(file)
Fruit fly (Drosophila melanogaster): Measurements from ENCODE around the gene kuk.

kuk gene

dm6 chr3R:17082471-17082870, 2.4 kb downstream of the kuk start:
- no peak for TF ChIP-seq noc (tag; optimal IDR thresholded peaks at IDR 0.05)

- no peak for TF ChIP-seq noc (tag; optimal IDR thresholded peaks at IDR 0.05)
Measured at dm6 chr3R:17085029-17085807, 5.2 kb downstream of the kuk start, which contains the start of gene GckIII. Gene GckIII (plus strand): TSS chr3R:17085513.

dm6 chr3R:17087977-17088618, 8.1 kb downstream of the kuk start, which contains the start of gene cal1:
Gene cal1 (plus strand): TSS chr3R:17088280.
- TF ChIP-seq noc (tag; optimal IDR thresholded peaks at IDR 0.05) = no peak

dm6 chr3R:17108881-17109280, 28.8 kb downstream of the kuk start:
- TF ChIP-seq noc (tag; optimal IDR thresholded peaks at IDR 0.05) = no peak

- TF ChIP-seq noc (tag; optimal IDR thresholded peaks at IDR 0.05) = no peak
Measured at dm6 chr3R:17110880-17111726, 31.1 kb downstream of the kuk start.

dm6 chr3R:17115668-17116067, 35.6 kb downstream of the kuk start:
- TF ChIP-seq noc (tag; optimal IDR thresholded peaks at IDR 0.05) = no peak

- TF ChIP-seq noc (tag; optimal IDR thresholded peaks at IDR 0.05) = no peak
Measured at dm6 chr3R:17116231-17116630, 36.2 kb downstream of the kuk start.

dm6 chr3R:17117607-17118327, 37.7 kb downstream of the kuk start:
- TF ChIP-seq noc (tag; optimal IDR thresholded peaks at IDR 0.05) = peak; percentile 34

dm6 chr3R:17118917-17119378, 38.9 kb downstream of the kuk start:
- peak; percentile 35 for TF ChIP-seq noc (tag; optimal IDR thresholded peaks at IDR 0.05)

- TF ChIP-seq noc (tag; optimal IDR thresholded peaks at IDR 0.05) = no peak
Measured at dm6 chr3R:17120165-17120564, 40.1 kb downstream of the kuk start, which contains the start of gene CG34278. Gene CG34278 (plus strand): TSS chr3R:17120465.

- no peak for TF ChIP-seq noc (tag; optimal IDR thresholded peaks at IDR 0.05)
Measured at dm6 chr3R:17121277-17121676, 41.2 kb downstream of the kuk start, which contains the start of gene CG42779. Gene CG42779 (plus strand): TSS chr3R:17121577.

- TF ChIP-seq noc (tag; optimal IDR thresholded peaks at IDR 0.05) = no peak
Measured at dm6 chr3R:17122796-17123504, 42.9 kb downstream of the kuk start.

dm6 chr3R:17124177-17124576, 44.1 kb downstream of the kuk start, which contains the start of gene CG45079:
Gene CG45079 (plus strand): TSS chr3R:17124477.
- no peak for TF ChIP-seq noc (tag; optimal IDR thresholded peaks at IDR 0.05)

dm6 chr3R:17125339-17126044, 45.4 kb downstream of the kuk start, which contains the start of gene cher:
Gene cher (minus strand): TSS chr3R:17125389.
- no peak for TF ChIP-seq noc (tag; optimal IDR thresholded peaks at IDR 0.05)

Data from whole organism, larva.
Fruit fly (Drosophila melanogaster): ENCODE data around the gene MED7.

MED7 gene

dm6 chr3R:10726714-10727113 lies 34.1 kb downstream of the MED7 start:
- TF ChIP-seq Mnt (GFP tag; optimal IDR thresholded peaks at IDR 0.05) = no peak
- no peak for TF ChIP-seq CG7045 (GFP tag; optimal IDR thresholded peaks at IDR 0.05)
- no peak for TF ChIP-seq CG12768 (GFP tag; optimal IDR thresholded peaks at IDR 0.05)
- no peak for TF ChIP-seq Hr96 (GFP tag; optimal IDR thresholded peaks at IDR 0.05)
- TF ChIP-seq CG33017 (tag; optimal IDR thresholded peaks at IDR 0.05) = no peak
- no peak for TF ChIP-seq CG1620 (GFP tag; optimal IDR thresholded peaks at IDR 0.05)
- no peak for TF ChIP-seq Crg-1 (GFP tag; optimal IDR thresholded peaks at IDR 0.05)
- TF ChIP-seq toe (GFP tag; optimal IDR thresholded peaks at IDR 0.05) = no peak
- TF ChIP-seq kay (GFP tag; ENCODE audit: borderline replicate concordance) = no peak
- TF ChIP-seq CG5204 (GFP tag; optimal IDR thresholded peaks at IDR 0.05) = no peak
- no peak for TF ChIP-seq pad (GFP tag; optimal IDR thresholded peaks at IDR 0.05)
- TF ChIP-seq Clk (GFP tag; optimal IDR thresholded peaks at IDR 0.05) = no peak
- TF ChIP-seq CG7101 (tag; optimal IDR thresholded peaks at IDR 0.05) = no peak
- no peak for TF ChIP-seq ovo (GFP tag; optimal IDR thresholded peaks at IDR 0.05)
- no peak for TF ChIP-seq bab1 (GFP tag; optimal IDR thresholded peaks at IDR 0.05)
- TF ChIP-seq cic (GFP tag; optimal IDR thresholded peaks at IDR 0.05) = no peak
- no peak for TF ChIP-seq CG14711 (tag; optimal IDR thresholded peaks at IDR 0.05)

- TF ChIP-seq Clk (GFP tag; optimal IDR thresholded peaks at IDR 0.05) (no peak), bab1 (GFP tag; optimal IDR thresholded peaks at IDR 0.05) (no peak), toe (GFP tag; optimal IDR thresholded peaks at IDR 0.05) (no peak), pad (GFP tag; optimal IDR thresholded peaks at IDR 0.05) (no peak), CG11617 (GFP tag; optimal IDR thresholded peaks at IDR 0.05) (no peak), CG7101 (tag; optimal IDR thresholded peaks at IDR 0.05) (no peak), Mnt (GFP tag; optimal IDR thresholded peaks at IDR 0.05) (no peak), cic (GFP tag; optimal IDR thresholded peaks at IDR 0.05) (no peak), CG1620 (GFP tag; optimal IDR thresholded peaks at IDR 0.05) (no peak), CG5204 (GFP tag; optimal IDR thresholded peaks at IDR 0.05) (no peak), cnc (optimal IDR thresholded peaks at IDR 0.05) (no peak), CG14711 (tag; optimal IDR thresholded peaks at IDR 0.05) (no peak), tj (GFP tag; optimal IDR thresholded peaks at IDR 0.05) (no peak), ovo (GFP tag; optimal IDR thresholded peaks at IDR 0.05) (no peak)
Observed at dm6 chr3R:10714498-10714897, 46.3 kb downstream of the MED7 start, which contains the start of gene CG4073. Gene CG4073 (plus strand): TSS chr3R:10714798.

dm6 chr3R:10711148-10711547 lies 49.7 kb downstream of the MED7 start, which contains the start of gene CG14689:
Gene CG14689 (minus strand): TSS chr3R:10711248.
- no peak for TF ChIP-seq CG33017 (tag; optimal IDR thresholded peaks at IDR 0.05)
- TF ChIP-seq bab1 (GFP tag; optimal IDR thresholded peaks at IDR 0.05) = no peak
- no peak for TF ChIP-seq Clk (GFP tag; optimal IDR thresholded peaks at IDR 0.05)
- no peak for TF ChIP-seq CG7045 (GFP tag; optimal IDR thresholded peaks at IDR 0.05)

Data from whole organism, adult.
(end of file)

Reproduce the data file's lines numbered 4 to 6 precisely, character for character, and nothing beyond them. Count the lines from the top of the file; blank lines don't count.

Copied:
- no peak for TF ChIP-seq noc (tag; optimal IDR thresholded peaks at IDR 0.05)

- no peak for TF ChIP-seq noc (tag; optimal IDR thresholded peaks at IDR 0.05)
Measured at dm6 chr3R:17085029-17085807, 5.2 kb downstream of the kuk start, which contains the start of gene GckIII. Gene GckIII (plus strand): TSS chr3R:17085513.